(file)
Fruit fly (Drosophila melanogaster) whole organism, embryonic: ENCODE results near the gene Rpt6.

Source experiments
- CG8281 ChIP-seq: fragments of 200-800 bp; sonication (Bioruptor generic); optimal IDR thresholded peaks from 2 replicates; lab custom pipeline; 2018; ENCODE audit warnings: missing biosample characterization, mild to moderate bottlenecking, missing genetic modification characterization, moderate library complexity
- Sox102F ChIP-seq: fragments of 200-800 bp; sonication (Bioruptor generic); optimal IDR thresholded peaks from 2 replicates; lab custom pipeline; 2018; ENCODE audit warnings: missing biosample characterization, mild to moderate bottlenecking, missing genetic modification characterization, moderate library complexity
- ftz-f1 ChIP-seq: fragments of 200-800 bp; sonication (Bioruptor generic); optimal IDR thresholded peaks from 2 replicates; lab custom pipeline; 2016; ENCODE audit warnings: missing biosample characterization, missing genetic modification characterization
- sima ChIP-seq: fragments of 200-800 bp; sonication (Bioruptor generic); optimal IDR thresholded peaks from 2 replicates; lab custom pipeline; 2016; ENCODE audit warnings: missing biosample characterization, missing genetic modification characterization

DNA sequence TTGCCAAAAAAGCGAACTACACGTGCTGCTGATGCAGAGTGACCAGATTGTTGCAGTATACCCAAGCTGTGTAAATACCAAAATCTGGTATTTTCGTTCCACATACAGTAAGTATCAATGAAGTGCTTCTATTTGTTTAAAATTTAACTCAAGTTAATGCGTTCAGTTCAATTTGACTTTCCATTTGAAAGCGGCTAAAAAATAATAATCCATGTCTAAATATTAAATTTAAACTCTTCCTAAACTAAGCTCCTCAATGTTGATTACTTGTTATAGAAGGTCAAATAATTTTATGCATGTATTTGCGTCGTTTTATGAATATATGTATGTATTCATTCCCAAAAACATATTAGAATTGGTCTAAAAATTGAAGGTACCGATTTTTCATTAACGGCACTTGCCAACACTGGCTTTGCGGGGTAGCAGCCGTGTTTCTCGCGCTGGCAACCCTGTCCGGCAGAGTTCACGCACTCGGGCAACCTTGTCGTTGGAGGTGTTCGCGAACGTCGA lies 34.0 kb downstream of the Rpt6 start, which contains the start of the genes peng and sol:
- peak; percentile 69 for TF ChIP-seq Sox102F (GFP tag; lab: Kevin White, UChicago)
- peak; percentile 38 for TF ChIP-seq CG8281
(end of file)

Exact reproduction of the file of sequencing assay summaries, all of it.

Fruit fly (Drosophila melanogaster) whole organism, embryonic: ENCODE results near the gene Rpt6.

Source experiments
- CG8281 ChIP-seq: fragments of 200-800 bp; sonication (Bioruptor generic); optimal IDR thresholded peaks from 2 replicates; lab custom pipeline; 2018; ENCODE audit warnings: missing biosample characterization, mild to moderate bottlenecking, missing genetic modification characterization, moderate library complexity
- Sox102F ChIP-seq: fragments of 200-800 bp; sonication (Bioruptor generic); optimal IDR thresholded peaks from 2 replicates; lab custom pipeline; 2018; ENCODE audit warnings: missing biosample characterization, mild to moderate bottlenecking, missing genetic modification characterization, moderate library complexity
- ftz-f1 ChIP-seq: fragments of 200-800 bp; sonication (Bioruptor generic); optimal IDR thresholded peaks from 2 replicates; lab custom pipeline; 2016; ENCODE audit warnings: missing biosample characterization, missing genetic modification characterization
- sima ChIP-seq: fragments of 200-800 bp; sonication (Bioruptor generic); optimal IDR thresholded peaks from 2 replicates; lab custom pipeline; 2016; ENCODE audit warnings: missing biosample characterization, missing genetic modification characterization

DNA sequence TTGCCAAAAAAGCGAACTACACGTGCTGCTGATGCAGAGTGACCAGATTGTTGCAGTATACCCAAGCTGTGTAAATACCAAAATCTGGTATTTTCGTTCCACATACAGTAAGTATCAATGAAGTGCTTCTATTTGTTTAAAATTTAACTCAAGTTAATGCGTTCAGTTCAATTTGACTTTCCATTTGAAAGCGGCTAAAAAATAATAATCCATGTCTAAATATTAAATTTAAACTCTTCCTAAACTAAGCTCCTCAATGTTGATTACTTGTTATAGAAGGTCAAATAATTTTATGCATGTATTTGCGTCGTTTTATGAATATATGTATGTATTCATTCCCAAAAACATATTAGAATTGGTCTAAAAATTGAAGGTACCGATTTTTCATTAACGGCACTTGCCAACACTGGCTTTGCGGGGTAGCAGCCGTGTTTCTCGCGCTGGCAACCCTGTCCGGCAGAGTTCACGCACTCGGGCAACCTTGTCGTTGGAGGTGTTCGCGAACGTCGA lies 34.0 kb downstream of the Rpt6 start, which contains the start of the genes peng and sol:
- peak; percentile 69 for TF ChIP-seq Sox102F (GFP tag; lab: Kevin White, UChicago)
- peak; percentile 38 for TF ChIP-seq CG8281